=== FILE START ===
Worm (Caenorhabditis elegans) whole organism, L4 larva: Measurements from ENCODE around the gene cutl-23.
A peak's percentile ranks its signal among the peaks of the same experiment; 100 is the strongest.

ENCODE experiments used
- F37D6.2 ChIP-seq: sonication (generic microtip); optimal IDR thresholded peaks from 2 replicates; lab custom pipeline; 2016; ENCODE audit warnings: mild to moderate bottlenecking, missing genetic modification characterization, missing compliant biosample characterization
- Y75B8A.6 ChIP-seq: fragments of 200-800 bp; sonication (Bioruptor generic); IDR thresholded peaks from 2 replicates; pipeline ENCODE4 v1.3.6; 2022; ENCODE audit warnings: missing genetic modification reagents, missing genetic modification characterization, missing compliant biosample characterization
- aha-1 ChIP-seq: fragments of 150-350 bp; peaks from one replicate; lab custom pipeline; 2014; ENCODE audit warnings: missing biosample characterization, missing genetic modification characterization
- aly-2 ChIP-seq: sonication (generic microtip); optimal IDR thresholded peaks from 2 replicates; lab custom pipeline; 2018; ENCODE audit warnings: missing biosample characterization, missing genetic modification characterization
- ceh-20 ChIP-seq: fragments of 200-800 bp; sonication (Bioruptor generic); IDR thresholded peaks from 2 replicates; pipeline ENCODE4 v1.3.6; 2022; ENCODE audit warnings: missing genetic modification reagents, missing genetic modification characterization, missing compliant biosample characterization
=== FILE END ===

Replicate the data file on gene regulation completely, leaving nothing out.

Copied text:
Worm (Caenorhabditis elegans) whole organism, L4 larva: Measurements from ENCODE around the gene cutl-23.
A peak's percentile ranks its signal among the peaks of the same experiment; 100 is the strongest.

ENCODE experiments used
- F37D6.2 ChIP-seq: sonication (generic microtip); optimal IDR thresholded peaks from 2 replicates; lab custom pipeline; 2016; ENCODE audit warnings: mild to moderate bottlenecking, missing genetic modification characterization, missing compliant biosample characterization
- Y75B8A.6 ChIP-seq: fragments of 200-800 bp; sonication (Bioruptor generic); IDR thresholded peaks from 2 replicates; pipeline ENCODE4 v1.3.6; 2022; ENCODE audit warnings: missing genetic modification reagents, missing genetic modification characterization, missing compliant biosample characterization
- aha-1 ChIP-seq: fragments of 150-350 bp; peaks from one replicate; lab custom pipeline; 2014; ENCODE audit warnings: missing biosample characterization, missing genetic modification characterization
- aly-2 ChIP-seq: sonication (generic microtip); optimal IDR thresholded peaks from 2 replicates; lab custom pipeline; 2018; ENCODE audit warnings: missing biosample characterization, missing genetic modification characterization
- ceh-20 ChIP-seq: fragments of 200-800 bp; sonication (Bioruptor generic); IDR thresholded peaks from 2 replicates; pipeline ENCODE4 v1.3.6; 2022; ENCODE audit warnings: missing genetic modification reagents, missing genetic modification characterization, missing compliant biosample characterization